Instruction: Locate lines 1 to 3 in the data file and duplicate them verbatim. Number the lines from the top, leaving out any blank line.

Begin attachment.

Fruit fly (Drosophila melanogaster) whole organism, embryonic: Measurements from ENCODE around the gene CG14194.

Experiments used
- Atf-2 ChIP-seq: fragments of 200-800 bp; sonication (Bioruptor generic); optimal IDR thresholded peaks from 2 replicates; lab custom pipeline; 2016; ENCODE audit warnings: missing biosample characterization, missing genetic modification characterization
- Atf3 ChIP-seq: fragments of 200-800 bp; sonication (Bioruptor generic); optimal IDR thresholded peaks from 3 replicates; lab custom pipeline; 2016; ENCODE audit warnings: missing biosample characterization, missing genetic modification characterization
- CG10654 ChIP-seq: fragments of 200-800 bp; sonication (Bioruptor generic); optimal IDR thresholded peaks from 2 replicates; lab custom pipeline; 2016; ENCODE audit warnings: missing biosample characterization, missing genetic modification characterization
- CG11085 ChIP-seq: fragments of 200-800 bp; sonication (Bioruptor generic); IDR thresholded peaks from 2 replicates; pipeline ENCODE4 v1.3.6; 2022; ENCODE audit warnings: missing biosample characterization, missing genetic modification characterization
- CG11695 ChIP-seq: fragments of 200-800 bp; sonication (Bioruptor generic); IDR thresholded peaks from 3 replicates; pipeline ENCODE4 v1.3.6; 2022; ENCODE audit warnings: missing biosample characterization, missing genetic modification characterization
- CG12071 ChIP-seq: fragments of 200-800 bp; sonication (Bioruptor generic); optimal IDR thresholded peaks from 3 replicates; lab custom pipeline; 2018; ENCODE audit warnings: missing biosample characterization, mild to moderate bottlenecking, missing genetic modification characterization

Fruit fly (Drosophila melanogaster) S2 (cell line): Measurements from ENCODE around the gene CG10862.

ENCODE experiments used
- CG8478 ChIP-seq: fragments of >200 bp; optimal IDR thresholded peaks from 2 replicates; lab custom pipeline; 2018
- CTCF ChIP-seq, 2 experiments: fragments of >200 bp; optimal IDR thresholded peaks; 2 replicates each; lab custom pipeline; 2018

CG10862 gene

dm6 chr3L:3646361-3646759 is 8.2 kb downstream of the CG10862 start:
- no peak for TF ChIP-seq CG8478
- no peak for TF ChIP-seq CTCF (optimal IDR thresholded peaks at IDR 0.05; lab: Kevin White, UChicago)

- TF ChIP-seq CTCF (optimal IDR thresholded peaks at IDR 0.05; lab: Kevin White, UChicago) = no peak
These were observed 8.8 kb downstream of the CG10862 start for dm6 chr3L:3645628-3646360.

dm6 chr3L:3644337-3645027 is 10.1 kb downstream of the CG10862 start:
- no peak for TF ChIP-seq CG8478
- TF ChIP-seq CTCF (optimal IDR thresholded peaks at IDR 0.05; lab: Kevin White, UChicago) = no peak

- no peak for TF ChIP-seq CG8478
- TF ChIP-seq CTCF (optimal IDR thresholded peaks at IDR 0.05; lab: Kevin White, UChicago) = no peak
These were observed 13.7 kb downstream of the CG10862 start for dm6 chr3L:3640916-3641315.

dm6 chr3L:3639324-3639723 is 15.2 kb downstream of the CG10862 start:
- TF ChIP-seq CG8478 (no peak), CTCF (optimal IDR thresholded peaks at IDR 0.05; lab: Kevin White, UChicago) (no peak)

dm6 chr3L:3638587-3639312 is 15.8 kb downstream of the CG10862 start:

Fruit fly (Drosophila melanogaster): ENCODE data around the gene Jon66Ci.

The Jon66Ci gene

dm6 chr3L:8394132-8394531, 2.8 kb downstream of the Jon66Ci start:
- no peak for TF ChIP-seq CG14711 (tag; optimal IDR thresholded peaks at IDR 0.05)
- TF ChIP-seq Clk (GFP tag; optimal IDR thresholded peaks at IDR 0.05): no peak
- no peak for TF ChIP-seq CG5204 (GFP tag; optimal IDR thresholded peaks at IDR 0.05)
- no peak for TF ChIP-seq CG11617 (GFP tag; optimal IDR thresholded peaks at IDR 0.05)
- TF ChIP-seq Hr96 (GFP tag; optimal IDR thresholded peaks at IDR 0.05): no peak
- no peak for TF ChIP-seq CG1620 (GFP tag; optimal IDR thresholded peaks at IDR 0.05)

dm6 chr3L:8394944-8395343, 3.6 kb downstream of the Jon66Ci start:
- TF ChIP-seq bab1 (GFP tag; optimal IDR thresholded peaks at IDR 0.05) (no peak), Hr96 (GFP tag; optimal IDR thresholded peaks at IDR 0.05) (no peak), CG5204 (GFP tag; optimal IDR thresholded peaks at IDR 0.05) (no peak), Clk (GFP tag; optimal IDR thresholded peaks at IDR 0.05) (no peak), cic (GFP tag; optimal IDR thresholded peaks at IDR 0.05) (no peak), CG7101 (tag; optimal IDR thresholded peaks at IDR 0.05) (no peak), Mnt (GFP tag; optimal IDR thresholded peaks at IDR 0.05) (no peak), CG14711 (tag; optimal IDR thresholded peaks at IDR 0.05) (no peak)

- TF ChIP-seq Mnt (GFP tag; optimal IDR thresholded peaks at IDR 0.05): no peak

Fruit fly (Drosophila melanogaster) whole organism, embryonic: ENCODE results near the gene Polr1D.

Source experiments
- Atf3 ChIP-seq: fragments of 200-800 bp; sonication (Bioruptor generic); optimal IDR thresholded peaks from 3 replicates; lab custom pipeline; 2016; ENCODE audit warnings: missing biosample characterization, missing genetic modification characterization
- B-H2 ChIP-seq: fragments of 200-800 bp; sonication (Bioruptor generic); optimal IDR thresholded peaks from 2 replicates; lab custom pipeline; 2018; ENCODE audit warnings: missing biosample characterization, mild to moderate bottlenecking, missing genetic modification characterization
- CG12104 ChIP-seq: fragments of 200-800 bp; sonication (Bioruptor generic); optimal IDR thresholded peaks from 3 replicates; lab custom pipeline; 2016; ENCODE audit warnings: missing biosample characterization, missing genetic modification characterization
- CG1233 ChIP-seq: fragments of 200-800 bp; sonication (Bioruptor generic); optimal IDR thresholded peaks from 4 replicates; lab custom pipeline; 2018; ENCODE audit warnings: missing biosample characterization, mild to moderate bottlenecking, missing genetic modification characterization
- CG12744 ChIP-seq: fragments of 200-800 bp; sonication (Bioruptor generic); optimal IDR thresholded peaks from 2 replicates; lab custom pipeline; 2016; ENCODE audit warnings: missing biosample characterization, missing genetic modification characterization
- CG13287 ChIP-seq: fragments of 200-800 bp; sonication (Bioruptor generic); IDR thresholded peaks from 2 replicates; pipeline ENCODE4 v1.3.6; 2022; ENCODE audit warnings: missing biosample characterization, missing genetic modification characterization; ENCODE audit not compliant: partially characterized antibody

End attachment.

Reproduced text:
Fruit fly (Drosophila melanogaster) whole organism, embryonic: Measurements from ENCODE around the gene CG14194.

Experiments used
- Atf-2 ChIP-seq: fragments of 200-800 bp; sonication (Bioruptor generic); optimal IDR thresholded peaks from 2 replicates; lab custom pipeline; 2016; ENCODE audit warnings: missing biosample characterization, missing genetic modification characterization